Raw Material

Surface Modification of Nanofibrillated Cellulose

New markets for the pulp and paper industry

by Simon Utsel

It is well known that the new ways of consuming information today has lead to a significant decline in printed newspapers and other forms of paper for communication. To face this issue the pulp and paper industry need to expand into new markets where our raw material can be used.

Fortunately, there is a new material derived from wood with great potential that can assist with this expansion and it is called nanofibrillated cellulose. It is produced from wood pulp through a homogenization process that mechanically break down the micronsized pulp fibres into nanosized fibrils using high shear forces. The fibrils have high mechanical properties, exceeding those of steel, and are at the same time lightweight with a high aspect ratio. This makes them interesting for utilization in a wide range of materials such as films, coatings, aerogels and composites. However, the most interesting properties are probably the ones that are taken for granted by many in the pulp and paper industry which are the high abundance, low price and sustainability of the material.

Transparent paper made from nanofibrillated cellulose.

The pioneering work awarded

During my PhD studies conducted at the Royal Institute of Technology (KTH), Stockholm, I worked with different types of surface modification of cellulose-based material with a focus on nanofibrillated cellulose. I was rewarded the Alf de Ruvo scholarship for my research regarding compatibilization of cellulose-based materials with non-polar polymer matrices in composites which have funded my research as a Postdoc at Stanford.

The 2013 Alf de Ruvo scholarship, worth SEK 500,000 (about 57.000 €) has been awarded to Dr. Simon Utsel for his pioneering work on surface modification of cellulose-based materials.

The problem with compatibilization is one of the most important obstacles for making high-performance cellulose-based composites from nanofibrils since cellulose and most plastics do not like each other. This leads to aggregation of the fibrils in the matrix and bad adhesion between the phases which both are contributing to low utilization of the fibril strength and thereby bad mechanical properties of the composites. Also, the smaller the fibrils are, the more surface area they will have, and the more important the surface properties will be for the final properties of the composites. To solve this problem a specially designed polymer was synthesized which has two different blocks with completely different properties. One block is cationically charged and can physically adsorb in water to an anionic cellulose-based material such as nanofibrils. The other block is non-polar, or hydrophobic, and interacts well with the polymer matrix in the composite. This will improve the interaction between the different phases in the composite and thereby have the ability to both make a much better dispersion of the fibrils in the composite and also improve the adhesion between the fibrils and the polymer matrix which both are critical parameters for full utilization of the mechanical properties of the fibrils in the composites. The modification of the fibrils can easily be done in water under mild conditions in a similar way as strength additives are added to pulps today since the attachment is made with the same principle of electrostatic interactions.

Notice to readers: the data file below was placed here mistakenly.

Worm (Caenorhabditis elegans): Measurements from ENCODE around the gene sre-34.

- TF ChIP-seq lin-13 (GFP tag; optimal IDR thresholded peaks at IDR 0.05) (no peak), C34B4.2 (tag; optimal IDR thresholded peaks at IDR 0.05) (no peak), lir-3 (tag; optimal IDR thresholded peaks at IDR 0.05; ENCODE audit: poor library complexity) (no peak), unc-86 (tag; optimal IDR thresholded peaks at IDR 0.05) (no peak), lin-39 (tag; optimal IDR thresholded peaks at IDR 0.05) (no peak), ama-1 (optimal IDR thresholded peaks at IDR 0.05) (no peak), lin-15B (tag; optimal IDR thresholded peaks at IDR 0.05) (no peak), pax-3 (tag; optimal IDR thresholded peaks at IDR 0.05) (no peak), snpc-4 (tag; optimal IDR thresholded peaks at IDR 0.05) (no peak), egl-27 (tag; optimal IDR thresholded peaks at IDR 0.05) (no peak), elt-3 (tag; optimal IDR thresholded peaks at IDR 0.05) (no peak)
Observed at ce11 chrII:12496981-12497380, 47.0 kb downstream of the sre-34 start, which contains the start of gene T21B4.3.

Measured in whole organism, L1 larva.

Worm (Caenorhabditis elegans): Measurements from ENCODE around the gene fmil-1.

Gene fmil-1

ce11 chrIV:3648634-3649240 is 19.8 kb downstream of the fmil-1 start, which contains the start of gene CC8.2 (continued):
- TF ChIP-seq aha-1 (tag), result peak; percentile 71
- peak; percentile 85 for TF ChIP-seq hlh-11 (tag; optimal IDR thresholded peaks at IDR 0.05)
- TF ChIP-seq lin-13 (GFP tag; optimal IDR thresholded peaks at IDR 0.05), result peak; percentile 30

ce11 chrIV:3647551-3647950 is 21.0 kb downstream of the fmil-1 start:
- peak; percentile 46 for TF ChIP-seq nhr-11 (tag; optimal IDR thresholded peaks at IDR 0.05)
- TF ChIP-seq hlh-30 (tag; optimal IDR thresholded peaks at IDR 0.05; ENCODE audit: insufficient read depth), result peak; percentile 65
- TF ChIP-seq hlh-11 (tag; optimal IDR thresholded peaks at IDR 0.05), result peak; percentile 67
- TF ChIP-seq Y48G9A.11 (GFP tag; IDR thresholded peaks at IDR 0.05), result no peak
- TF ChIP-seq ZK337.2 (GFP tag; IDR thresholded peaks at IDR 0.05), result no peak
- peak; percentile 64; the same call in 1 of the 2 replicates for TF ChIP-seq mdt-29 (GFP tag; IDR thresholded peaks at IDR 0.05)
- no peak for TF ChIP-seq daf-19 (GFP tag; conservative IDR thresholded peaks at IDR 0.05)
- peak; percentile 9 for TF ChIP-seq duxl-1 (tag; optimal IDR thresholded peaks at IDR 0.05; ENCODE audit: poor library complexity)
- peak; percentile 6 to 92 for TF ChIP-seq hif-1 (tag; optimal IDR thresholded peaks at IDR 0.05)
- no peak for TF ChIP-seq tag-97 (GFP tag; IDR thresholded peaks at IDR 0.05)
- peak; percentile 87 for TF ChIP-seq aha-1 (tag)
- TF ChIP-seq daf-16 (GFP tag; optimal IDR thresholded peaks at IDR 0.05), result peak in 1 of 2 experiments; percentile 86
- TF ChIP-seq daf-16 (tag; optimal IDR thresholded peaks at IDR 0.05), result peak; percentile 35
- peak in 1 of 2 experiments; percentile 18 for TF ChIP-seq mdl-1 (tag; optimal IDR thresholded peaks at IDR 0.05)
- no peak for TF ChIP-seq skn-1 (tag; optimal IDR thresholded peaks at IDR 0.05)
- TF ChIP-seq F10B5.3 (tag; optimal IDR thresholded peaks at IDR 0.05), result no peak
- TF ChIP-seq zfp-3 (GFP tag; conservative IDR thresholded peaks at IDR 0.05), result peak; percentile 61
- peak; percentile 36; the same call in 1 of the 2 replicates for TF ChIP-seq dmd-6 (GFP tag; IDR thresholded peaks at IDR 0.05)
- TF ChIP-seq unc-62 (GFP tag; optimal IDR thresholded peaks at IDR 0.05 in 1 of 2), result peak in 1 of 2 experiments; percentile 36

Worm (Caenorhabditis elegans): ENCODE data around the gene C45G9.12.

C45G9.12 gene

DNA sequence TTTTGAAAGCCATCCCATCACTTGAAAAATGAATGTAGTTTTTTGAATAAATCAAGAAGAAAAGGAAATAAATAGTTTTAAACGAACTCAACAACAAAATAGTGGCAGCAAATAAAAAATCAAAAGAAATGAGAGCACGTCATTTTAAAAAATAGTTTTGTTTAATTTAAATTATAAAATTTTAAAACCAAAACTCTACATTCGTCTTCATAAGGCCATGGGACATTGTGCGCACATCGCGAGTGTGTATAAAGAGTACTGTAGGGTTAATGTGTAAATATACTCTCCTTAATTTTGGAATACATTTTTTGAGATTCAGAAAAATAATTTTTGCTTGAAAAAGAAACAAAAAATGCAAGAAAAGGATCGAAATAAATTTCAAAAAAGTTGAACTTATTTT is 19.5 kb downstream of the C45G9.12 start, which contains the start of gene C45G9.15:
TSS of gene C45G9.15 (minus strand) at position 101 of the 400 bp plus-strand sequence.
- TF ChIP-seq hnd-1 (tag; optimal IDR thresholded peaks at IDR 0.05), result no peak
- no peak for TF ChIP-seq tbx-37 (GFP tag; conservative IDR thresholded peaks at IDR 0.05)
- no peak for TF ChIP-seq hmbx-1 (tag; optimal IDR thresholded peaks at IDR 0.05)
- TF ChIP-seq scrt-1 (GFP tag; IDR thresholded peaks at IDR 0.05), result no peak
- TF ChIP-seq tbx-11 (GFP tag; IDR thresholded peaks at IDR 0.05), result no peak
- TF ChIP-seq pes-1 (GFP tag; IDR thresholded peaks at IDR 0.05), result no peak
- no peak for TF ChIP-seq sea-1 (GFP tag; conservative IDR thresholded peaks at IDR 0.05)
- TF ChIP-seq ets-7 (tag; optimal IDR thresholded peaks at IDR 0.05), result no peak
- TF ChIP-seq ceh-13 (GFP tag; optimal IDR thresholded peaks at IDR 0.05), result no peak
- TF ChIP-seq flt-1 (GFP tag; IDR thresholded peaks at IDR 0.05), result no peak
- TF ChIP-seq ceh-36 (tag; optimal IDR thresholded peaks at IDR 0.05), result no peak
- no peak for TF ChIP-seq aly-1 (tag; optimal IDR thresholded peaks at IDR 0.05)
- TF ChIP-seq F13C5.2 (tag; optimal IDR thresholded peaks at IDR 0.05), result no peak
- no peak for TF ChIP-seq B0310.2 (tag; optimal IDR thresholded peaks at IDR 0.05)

Highly porous aerogel made from nanofibrillated cellulose.

Applications and future

The research in my PhD thesis demonstrates that specially designed polymers made possible by the progress in polymer synthesis can be utilized in the pulp and paper industry to tailor surface properties of cellulose-based materials both to optimize its properties for certain applications, such as for composites, and to give them completely new properties that were not possible with traditional technology.

With new technology based on nanofibrils the way people look at cellulose-based materials as only a low-value raw material for paper, tissue and packaging will be challenged and cellulose will surely also find its way to high-value materials such as green transparent electronics, scaffolds for tissue engineering and high performance composites. I am convinced that nanofibrillated cellulose is a material for the future and that surface modification of the fibrils will be a crucial part to optimize their performance in the final applications.

Atomic force microscopy image of nanofibrillated cellulose. The image is 1×1 micrometer and the fibrils are around 5 nm wide and 1 micrometer long.

 

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